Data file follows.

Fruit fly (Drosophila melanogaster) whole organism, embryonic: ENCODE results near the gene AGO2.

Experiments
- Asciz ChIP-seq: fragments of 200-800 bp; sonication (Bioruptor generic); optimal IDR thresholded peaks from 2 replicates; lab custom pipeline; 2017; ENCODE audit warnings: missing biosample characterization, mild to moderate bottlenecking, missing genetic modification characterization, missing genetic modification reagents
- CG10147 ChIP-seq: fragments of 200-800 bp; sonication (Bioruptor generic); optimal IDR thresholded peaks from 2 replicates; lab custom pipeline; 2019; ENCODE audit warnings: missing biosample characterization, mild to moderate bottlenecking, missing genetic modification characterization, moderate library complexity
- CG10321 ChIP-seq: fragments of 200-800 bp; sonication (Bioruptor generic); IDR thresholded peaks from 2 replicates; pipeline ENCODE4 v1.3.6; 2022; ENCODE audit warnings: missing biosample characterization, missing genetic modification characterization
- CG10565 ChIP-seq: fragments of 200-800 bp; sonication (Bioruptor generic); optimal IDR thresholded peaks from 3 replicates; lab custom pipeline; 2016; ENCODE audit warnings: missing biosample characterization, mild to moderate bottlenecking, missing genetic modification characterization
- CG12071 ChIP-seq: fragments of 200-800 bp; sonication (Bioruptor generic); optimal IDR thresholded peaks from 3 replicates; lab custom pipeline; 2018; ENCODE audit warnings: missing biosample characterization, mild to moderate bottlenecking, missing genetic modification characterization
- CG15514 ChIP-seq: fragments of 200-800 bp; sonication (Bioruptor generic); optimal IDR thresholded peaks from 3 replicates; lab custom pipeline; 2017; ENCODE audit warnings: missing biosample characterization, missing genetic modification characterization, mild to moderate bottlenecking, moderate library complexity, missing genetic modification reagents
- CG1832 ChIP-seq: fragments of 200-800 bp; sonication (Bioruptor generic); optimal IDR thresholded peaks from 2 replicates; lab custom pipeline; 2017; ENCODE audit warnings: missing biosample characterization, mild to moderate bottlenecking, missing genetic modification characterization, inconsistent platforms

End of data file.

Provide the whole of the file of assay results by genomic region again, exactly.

Fruit fly (Drosophila melanogaster) whole organism, embryonic: ENCODE results near the gene AGO2.

Experiments
- Asciz ChIP-seq: fragments of 200-800 bp; sonication (Bioruptor generic); optimal IDR thresholded peaks from 2 replicates; lab custom pipeline; 2017; ENCODE audit warnings: missing biosample characterization, mild to moderate bottlenecking, missing genetic modification characterization, missing genetic modification reagents
- CG10147 ChIP-seq: fragments of 200-800 bp; sonication (Bioruptor generic); optimal IDR thresholded peaks from 2 replicates; lab custom pipeline; 2019; ENCODE audit warnings: missing biosample characterization, mild to moderate bottlenecking, missing genetic modification characterization, moderate library complexity
- CG10321 ChIP-seq: fragments of 200-800 bp; sonication (Bioruptor generic); IDR thresholded peaks from 2 replicates; pipeline ENCODE4 v1.3.6; 2022; ENCODE audit warnings: missing biosample characterization, missing genetic modification characterization
- CG10565 ChIP-seq: fragments of 200-800 bp; sonication (Bioruptor generic); optimal IDR thresholded peaks from 3 replicates; lab custom pipeline; 2016; ENCODE audit warnings: missing biosample characterization, mild to moderate bottlenecking, missing genetic modification characterization
- CG12071 ChIP-seq: fragments of 200-800 bp; sonication (Bioruptor generic); optimal IDR thresholded peaks from 3 replicates; lab custom pipeline; 2018; ENCODE audit warnings: missing biosample characterization, mild to moderate bottlenecking, missing genetic modification characterization
- CG15514 ChIP-seq: fragments of 200-800 bp; sonication (Bioruptor generic); optimal IDR thresholded peaks from 3 replicates; lab custom pipeline; 2017; ENCODE audit warnings: missing biosample characterization, missing genetic modification characterization, mild to moderate bottlenecking, moderate library complexity, missing genetic modification reagents
- CG1832 ChIP-seq: fragments of 200-800 bp; sonication (Bioruptor generic); optimal IDR thresholded peaks from 2 replicates; lab custom pipeline; 2017; ENCODE audit warnings: missing biosample characterization, mild to moderate bottlenecking, missing genetic modification characterization, inconsistent platforms